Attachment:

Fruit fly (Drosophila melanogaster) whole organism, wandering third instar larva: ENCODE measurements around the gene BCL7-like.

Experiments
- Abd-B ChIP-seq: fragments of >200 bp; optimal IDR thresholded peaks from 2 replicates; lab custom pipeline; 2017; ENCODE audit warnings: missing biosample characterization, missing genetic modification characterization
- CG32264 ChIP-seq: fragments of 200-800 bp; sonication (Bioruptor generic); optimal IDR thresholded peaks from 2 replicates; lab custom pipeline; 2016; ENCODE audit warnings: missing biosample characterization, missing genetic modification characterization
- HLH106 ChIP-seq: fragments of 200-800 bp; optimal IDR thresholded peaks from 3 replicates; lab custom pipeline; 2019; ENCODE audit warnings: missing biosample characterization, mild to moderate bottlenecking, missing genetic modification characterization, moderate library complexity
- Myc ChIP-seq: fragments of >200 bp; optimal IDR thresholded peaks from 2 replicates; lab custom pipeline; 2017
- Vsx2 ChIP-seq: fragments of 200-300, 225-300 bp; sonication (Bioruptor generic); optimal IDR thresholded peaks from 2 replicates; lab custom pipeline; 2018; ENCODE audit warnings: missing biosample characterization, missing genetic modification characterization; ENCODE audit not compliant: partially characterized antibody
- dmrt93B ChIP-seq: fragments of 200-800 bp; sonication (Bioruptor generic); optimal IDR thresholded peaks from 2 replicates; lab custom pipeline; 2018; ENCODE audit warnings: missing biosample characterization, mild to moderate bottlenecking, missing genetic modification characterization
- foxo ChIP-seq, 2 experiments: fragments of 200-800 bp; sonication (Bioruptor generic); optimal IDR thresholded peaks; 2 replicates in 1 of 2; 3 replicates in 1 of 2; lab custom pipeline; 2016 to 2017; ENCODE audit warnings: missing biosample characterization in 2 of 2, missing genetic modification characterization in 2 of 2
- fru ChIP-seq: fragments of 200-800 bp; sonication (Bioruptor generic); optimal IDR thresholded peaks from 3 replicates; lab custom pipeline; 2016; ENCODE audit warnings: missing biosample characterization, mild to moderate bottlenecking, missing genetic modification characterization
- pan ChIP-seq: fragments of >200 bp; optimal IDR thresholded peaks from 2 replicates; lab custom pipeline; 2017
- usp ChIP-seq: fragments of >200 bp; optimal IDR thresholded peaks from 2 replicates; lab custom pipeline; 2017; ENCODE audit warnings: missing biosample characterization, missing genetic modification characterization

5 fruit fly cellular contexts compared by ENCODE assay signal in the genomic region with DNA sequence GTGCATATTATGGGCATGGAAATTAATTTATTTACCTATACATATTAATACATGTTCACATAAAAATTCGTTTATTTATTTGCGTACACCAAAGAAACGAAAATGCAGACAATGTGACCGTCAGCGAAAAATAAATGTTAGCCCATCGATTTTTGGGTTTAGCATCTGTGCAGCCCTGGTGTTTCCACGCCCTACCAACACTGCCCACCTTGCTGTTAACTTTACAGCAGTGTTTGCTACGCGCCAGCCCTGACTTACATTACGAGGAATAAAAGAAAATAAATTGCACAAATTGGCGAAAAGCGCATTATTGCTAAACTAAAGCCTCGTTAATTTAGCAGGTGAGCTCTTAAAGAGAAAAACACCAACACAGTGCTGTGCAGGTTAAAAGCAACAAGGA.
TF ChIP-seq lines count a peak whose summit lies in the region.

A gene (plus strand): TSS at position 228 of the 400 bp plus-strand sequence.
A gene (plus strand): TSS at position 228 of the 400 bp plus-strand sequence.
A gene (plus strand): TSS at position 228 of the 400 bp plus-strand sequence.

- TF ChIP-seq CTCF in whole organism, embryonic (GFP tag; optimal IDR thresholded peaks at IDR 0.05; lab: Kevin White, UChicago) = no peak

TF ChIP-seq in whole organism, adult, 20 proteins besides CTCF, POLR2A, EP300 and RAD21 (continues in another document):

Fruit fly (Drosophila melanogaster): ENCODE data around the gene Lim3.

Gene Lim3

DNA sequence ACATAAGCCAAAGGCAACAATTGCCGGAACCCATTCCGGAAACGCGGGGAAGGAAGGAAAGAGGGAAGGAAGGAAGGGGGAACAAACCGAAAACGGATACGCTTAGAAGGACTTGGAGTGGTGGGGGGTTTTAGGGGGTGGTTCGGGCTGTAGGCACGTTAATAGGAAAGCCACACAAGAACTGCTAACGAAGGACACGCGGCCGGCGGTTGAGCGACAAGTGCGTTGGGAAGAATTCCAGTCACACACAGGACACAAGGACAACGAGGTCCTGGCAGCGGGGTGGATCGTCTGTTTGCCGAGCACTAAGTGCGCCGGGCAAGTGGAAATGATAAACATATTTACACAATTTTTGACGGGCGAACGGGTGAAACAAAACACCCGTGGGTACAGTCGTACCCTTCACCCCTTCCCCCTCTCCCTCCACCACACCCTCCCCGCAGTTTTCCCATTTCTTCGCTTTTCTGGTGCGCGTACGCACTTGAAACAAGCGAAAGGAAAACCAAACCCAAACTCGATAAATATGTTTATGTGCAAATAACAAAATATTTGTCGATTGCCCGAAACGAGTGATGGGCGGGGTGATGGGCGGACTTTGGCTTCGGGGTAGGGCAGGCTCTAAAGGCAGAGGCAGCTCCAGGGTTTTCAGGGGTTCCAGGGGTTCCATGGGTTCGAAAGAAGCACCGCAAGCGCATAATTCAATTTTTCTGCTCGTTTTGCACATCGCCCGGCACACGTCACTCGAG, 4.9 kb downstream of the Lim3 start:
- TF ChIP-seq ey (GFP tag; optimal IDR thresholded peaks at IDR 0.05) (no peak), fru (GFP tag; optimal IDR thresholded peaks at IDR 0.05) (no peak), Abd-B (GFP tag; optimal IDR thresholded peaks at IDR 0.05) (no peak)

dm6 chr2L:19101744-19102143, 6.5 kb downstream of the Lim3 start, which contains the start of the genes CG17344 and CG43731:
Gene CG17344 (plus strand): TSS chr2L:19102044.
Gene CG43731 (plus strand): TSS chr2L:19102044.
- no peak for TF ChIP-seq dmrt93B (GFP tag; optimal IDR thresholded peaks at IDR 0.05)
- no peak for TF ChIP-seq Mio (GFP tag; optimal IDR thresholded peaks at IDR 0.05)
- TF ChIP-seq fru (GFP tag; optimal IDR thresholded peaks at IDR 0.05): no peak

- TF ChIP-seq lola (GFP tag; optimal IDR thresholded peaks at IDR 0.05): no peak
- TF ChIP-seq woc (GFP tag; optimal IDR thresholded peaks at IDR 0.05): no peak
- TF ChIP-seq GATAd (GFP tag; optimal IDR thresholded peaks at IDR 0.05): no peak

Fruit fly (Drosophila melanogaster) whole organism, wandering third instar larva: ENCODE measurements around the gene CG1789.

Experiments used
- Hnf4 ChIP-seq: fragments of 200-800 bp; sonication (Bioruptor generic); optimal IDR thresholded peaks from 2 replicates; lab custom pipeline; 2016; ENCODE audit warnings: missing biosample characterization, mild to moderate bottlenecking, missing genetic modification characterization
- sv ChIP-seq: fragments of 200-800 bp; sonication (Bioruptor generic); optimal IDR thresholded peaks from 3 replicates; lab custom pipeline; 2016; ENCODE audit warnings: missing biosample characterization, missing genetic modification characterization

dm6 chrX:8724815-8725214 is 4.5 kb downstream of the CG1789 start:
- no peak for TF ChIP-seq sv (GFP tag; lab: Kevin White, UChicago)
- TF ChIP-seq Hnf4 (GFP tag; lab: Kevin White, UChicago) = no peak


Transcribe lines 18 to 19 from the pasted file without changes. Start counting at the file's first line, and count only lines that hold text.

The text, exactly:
- TF ChIP-seq CTCF in whole organism, embryonic (GFP tag; optimal IDR thresholded peaks at IDR 0.05; lab: Kevin White, UChicago) = no peak

TF ChIP-seq in whole organism, adult, 20 proteins besides CTCF, POLR2A, EP300 and RAD21 (continues in another document):